UMaine faculty avoid layoffs, saddened by budget cuts

Posted March 31, 2014, at 6:38 p.m.
Last modified March 31, 2014, at 7:31 p.m.
Students walk near the football field at the University of Maine in Orono on Monday.
Students walk near the football field at the University of Maine in Orono on Monday. Buy Photo
A shot of the University of Maine logo in Orono on Monday.
A shot of the University of Maine logo in Orono on Monday. Buy Photo
Students walk the University of Maine campus in Orono on Monday.
Students walk the University of Maine campus in Orono on Monday. Buy Photo
Students walk across campus at the University of Maine in Orono on Monday.
Students walk across campus at the University of Maine in Orono on Monday. Buy Photo

BANGOR, Maine — When Richard Blanke joined the history department at the University of Maine in 1969, he was one of eight European history professors, he said. After he retires at the end of this semester, he will be leaving the history program with less than half that number.

“This is very sad,” Blanke said. “I understand the economic necessities, but you see all the money wasted around here, the fact that they can’t find money to fund essential courses, that just makes you wonder about the quality of leadership here.”

Blanke said he has been told that his position is not being filled because of a financial shortfall at the University of Maine System. Chancellor James Page told legislators earlier this month that the system must fill a $36 million budget gap in fiscal year 2015.

Janet Waldron, UMaine vice president of administration and finance, announced where UMaine will find its $9.7 million portion of the budget shortfall on Friday. Thirty faculty and 31 staff positions will be eliminated next year, and the university will be forced to dip into its savings. All the faculty positions and all but seven to nine of the staff positions are vacant or will become vacant because of retirements and attrition. None of the faculty will be laid off, and no programs will be eliminated.

University officials also announced Friday that they will add 22 faculty members and 18 support staff. The total net loss of full-time equivalent faculty positions as a result of the budget shortfall is 14.79, according to Waldron.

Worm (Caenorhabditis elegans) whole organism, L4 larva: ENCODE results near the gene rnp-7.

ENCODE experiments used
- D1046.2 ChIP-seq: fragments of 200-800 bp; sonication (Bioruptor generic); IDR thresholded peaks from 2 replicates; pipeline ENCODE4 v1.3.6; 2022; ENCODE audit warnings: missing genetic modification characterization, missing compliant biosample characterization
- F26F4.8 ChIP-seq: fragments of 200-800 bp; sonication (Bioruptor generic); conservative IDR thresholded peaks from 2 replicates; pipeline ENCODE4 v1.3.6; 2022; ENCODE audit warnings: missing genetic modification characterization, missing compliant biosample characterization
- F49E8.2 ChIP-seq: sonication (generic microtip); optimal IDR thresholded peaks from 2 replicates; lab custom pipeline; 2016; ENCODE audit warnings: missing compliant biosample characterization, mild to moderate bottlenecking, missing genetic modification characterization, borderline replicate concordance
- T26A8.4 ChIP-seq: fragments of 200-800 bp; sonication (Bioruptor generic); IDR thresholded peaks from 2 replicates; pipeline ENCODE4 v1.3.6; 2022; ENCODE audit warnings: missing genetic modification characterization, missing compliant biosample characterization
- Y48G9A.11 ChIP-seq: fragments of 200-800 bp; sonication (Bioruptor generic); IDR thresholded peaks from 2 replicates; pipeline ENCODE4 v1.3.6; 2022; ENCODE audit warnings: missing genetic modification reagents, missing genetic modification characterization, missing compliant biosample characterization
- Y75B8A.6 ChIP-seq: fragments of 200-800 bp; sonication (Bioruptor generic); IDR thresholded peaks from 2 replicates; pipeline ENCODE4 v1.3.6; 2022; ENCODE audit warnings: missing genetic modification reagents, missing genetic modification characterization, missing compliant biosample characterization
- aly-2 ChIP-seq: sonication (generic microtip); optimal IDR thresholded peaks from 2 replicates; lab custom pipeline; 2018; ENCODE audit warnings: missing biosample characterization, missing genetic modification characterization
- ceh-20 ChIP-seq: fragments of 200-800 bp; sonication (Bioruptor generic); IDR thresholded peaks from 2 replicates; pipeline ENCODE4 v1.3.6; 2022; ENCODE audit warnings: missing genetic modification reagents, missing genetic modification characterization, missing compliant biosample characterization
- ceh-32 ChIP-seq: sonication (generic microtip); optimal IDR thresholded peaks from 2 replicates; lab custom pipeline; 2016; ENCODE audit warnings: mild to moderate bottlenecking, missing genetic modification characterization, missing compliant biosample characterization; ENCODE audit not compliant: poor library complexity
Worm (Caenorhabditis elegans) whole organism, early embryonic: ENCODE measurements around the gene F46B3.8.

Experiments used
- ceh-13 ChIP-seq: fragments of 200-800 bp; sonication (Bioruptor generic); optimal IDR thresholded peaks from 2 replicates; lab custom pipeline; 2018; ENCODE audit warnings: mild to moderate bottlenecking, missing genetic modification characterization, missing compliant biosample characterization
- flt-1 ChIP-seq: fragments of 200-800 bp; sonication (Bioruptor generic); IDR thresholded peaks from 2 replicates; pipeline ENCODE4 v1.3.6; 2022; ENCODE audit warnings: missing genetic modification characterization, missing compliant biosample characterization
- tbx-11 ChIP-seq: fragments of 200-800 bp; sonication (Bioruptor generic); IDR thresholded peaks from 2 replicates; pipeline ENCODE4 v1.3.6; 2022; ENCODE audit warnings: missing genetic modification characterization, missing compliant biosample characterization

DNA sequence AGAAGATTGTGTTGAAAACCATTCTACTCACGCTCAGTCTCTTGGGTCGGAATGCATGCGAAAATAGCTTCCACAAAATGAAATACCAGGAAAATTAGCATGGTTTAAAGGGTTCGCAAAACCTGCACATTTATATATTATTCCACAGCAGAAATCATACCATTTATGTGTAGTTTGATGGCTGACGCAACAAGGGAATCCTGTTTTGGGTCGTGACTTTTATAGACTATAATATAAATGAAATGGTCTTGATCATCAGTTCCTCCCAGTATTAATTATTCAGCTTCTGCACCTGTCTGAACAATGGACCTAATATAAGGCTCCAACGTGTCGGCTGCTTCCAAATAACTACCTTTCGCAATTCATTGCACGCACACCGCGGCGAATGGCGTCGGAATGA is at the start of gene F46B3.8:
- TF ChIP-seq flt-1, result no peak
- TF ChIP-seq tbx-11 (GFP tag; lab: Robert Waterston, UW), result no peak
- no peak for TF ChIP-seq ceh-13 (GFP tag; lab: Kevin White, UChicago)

UMaine has 483 full-time and 310 part-time faculty members, according to a survey distributed by the College Board, Peterson’s and the U.S. News and World Report and completed by the university’s office of institutional research.

Some UMaine faculty members said Monday that they were relieved by the announcement, but the cuts will hurt nonetheless.

“Is this like [the University of] Southern Maine? No. Is it as rosy and successful as I think the upper administration wanted us to believe? No,” said Richard Brucher, chairman of the English department.

At the University of Southern Maine, 12 faculty members were laid off in March, and USM President Theodora Kalikow has recommended the elimination of three programs in an effort to cut $14 million from its budget.

“We have I think a more considered and systematic approach to dealing with the shortfalls than I’ve seen in some other campuses,” said Harlan Onsrud, professor of spatial information science and information and faculty senate president. “The faculty and administration have come to shared governance processes which both know and hold the other parties to.”

“Because of our planning and because of the work that a number of people have done, we were very fortunate in not having to make very severe cuts at this point,” said Robert Rice, professor of wood science and faculty senate representative on the board of trustees.

While the decreasing number of students graduating from Maine high schools has been cited as part of the reason for the $36 million budget shortfall that the University of Maine System is facing, UMaine President Paul Ferguson pointed to an increase in student population — particularly among out-of-state students — at UMaine to explain why the state’s flagship campus is facing less severe cuts than its counterparts throughout the state.

“We’re not in a retrenchment mode,” he said. “We’re not filling positions strategically to keep our excellence.”

Michael Socolow, associate professor of communication and journalism, said the cuts at USM had faculty members in Orono worried.

“I think many of the indicators presented last Friday — increasing enrollment, retention and out-of-state students — show Orono to be in a different situation than the other campuses, and that’s a relief to many faculty,” he said in an email.

Some faculty members directed their frustration over the financial situation at UMaine at the system office.

“I think it’s hard to respond when the system keeps sending out negative messages,” said James McClymer, associate professor of physics and Associated Faculties of the Universities of Maine campus president.

“What parent is going to send their child here if they hear that we’re collapsing in on ourselves?” he said. The negative message that the university system is generating is that enrollment is declining and that cutting programs is necessary, McClymer added.

Page will discuss the budget at a forum 10:30 a.m.-noon Tuesday in UMaine’s Minsky Recital Hall. He also has been invited to the UMaine faculty senate meeting at 3:15 Wednesday.

 

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